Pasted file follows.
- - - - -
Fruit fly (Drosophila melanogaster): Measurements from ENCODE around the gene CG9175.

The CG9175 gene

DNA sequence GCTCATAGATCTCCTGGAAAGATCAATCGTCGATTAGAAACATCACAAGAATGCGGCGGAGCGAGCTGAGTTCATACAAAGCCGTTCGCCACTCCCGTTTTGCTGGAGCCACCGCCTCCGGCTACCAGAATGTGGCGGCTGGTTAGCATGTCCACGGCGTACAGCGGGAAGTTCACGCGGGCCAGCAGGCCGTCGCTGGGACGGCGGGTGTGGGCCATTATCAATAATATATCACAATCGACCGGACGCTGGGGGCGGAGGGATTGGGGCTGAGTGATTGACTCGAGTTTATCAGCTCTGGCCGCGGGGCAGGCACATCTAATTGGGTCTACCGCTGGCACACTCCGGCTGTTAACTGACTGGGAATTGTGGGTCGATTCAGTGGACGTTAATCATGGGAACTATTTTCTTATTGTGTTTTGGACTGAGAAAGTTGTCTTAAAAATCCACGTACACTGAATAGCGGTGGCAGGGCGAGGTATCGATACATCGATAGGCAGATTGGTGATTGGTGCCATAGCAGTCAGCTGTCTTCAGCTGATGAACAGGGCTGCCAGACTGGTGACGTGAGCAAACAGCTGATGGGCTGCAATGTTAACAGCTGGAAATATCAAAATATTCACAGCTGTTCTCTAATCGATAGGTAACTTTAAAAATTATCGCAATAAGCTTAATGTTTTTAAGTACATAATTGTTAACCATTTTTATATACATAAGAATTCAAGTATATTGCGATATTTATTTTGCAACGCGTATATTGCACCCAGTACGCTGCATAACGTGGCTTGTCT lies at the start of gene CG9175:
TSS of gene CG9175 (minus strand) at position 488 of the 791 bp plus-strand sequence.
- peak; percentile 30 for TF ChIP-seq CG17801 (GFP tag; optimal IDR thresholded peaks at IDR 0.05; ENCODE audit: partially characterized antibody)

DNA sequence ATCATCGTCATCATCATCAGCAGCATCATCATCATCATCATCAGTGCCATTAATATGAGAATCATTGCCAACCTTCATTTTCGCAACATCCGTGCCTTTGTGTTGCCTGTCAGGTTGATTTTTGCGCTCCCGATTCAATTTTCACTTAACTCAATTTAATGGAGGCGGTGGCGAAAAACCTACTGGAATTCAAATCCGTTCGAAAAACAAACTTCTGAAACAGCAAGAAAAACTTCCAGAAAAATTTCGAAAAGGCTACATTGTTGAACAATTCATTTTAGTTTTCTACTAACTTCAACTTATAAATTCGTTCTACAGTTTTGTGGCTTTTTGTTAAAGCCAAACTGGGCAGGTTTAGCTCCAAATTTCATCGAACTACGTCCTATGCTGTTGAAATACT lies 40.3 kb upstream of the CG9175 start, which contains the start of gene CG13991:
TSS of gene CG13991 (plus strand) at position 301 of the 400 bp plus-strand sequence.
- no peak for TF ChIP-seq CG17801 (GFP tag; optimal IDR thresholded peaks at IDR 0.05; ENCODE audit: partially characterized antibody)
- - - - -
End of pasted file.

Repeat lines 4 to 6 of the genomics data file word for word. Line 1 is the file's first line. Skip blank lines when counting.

TSS of gene CG9175 (minus strand) at position 488 of the 791 bp plus-strand sequence.
- peak; percentile 30 for TF ChIP-seq CG17801 (GFP tag; optimal IDR thresholded peaks at IDR 0.05; ENCODE audit: partially characterized antibody)

DNA sequence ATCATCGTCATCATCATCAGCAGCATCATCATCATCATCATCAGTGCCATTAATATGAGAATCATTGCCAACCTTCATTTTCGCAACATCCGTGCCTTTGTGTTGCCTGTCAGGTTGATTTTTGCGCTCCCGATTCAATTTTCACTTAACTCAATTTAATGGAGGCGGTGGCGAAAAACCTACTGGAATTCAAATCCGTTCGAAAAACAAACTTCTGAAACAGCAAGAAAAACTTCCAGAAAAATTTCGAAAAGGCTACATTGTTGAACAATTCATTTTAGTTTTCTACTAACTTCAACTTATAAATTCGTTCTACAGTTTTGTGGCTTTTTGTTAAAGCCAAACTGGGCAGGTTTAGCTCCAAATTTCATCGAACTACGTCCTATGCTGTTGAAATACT lies 40.3 kb upstream of the CG9175 start, which contains the start of gene CG13991: